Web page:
Despite those smaller things, I was very surprised by how much I enjoyed These Broken Stars. I would recommend this in a heartbeat to young adult readers. While I don't think that I would want to read this one more than once, it was an excellent journey that I'm glad I embarked on. This is the first book in a series, but it can definitely stand alone. There is a firm ending to it, so I don't feel like I have to read the rest of it right now. I might do so in the future, but for now, I'm very happy with my experience.

Challenge Tally:
Clear the Shelves 2018: 15 books donated

Total Books Read in 2018: 29

Tuesday, July 3, 2018

Kids of Appetite by David Arnold

I picked up Kids of Appetite fairly recently. It was one of my typical young adult impulse purchases. What stood out to me about this one was the beautiful cover design, the fact that it was set in Hackensack, New Jersey (a place I took a surreal vacation to in my younger days), and the fact that it was written by David Arnold. Arnold made some serious waves in the young adult community with his first novel, Mosquitoland. I haven't read that one yet, but I heard an insane amount of good things about it, so I figured that this novel, his second, was a safe bet. I pulled it off the shelf on a whim, looking for something a bit lighter after the dark majesty that was We Have Always Lived in the Castle. 

The novel begins at a police station, where our two protagonists are being interrogated in separate rooms. We are told that a murder has occurred and both characters witnessed it. Few details are given in the beginning; the only concrete fact the reader is given is that both characters are desperately trying to drag out their interrogations for as long as possible. Quite mysterious.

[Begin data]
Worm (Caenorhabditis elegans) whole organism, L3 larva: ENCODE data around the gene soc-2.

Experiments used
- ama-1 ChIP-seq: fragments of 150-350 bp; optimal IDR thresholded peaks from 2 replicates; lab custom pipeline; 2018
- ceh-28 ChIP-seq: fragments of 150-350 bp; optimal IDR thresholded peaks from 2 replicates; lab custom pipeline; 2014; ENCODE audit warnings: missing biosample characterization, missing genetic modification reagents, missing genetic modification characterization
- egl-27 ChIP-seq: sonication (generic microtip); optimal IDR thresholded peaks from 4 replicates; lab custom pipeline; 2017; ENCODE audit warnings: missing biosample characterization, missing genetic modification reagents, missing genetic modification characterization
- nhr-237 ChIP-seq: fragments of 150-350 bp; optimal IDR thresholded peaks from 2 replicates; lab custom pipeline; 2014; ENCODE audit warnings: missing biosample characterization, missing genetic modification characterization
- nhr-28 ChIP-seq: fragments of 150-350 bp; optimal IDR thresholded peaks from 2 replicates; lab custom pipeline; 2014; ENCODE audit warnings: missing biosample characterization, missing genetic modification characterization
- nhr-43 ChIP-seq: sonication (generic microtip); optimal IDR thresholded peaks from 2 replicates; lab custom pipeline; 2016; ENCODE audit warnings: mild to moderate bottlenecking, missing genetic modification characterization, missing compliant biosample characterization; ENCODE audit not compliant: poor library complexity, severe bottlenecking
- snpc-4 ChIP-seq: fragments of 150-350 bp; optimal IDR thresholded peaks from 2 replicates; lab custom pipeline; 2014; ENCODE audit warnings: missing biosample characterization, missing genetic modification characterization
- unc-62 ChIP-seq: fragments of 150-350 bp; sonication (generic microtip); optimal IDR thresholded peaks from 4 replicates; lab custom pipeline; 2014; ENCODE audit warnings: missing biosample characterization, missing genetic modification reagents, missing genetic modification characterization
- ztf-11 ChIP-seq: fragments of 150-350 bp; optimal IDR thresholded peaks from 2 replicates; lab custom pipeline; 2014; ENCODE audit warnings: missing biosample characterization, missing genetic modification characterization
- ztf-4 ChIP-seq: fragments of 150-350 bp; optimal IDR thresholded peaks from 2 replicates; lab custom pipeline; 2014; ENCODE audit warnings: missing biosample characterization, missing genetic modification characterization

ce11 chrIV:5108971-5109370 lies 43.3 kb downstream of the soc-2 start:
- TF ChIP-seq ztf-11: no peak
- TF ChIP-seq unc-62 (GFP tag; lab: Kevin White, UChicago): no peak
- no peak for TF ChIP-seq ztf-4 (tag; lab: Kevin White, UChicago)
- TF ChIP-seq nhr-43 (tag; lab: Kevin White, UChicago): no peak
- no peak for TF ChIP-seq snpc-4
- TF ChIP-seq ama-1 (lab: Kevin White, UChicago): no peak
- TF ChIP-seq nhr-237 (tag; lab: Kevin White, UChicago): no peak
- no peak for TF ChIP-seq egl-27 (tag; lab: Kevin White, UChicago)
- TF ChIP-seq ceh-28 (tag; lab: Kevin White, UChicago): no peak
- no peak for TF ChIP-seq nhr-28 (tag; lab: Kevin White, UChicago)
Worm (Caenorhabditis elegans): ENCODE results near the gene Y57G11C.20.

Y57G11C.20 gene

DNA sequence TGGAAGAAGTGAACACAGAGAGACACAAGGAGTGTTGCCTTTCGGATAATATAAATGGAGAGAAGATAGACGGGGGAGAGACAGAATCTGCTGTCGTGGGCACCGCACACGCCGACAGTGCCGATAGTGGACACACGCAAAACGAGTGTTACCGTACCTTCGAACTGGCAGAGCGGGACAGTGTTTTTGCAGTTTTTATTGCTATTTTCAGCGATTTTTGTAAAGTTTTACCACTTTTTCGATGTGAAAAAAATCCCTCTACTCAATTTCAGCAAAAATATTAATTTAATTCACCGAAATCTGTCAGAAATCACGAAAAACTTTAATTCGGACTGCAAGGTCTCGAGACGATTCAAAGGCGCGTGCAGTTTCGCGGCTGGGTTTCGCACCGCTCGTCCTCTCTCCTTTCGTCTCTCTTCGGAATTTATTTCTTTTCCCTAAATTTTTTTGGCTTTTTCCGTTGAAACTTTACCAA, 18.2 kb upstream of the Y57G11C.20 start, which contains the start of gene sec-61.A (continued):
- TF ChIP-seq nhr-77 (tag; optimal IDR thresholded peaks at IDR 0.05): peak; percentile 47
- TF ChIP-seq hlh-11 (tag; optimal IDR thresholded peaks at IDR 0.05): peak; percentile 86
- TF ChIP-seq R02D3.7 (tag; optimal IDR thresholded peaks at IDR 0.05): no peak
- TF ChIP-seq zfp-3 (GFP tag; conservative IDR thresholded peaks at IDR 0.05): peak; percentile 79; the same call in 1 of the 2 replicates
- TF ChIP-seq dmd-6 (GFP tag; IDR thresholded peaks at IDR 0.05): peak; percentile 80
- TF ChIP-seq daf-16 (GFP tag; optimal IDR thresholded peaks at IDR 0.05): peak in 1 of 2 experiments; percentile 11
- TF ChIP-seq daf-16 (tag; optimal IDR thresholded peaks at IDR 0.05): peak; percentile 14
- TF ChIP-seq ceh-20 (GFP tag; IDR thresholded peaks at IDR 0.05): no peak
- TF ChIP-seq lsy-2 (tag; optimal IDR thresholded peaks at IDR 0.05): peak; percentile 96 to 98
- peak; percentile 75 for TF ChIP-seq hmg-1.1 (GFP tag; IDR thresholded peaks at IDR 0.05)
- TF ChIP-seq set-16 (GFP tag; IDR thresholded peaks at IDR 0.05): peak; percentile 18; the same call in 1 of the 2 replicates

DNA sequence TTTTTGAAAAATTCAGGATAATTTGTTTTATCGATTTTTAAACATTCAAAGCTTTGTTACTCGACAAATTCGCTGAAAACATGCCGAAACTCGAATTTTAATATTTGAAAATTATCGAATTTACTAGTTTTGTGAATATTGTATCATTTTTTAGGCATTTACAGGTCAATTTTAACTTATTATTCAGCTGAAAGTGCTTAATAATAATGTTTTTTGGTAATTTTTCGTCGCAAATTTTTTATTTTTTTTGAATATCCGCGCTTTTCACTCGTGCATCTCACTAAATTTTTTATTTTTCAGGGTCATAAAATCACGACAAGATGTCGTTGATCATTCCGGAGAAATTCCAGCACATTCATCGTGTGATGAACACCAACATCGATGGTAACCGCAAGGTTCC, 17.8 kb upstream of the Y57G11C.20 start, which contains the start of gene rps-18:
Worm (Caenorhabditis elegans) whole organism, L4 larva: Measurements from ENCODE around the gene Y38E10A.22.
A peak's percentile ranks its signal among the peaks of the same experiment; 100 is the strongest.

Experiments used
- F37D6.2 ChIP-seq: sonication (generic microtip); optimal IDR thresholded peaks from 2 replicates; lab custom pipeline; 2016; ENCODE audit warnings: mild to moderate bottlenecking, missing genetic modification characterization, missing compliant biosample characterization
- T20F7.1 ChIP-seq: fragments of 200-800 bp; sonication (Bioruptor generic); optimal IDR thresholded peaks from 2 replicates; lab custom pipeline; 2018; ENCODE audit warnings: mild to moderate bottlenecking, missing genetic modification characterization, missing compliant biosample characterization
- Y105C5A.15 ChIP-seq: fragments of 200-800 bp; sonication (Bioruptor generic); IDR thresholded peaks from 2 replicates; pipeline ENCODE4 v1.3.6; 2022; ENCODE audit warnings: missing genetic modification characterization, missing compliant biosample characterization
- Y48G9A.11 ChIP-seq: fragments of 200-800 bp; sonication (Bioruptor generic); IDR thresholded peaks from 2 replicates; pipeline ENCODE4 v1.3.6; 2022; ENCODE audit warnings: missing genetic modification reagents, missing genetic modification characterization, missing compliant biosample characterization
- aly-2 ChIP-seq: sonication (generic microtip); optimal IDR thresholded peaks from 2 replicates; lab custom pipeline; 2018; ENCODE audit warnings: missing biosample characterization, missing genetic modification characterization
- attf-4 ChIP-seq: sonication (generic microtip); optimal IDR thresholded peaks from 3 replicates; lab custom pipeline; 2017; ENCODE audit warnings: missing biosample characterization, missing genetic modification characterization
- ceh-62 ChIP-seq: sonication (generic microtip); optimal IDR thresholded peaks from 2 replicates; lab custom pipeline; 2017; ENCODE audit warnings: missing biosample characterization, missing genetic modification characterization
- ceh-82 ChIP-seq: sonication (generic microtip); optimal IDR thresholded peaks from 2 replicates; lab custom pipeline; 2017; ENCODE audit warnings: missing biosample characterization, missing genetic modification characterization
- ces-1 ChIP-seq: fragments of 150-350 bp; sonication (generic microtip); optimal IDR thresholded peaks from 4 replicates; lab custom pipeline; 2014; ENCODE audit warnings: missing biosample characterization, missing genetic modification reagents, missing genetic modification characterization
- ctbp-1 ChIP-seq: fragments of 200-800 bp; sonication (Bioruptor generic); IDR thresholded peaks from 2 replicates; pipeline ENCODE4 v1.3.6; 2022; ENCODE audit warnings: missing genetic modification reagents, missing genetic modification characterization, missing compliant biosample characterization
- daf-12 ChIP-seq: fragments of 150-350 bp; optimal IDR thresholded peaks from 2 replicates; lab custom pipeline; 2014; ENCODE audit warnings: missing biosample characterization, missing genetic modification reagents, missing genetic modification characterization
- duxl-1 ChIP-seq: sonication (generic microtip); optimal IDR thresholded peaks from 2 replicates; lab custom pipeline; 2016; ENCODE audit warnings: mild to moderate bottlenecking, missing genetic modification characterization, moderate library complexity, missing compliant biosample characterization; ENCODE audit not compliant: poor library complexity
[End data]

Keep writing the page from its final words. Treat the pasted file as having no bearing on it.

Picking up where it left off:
The first character we meet is Victor Benucci, a high school student still reeling from the death of his father two years before. As if that isn't hard enough for him to process, he was also born with Moebius Syndrome, a condition in which his facial muscles are totally paralyzed. He can't show expressions, can't blink, and slightly drools all the time. The second is Madeline Falco, an eighteen year old girl struggling to make her way in the world after the death of both of her parents in a drunk driving accident. She lives with her uncle, her only remaining relative, but his drinking is out of control and he is becoming abusive. The narration shifts between them from chapter to chapter, and as they give their interviews (very slowly) to the police, the full picture of what they witnessed emerges.

Tied up in the recounting of the murder is the evolution of Vic and Mad's relationship, and Vic's quest to spread his father's ashes around the New Jersey/New York area in several specific places. The story is difficult to summarize as it involves a lot of backstory, but essentially, Vic's journey begins when his mother receives a marriage proposal from her boyfriend. He freaks out at what he sees as a betrayal to the memory of his father, grabs his father's urn full of ashes, and runs out his front door. His initial plan is to scatter his father's ashes at a museum he likes to hang out at, but when he opens the urn to do so, he discovers a letter from his father inside of it. The letter lists five specific places that he would like his ashes spread, but the letter is meant for Vic's mother, so it's written using inside references to their relationship - to an outsider, it isn't understandable. Vic decides to make it his mission to figure out the locations in the letter and fulfill his father's last wishes before returning home again.

As he is trying to do this, he runs into a group of ragtag kids from his neighborhood that are always hanging out together. The kids all have troubled backgrounds and are essentially homeless. Mad is a member of this group. They all live together in an abandoned greenhouse in a closed-down botanical garden. As helping people is what this group always tries to do, they offer to help Vic with the ashes. Sparks ensue between Mad and Vic, mysteries are solved, love blossoms, and, eventually, a murder occurs. It's quite a long, winding story.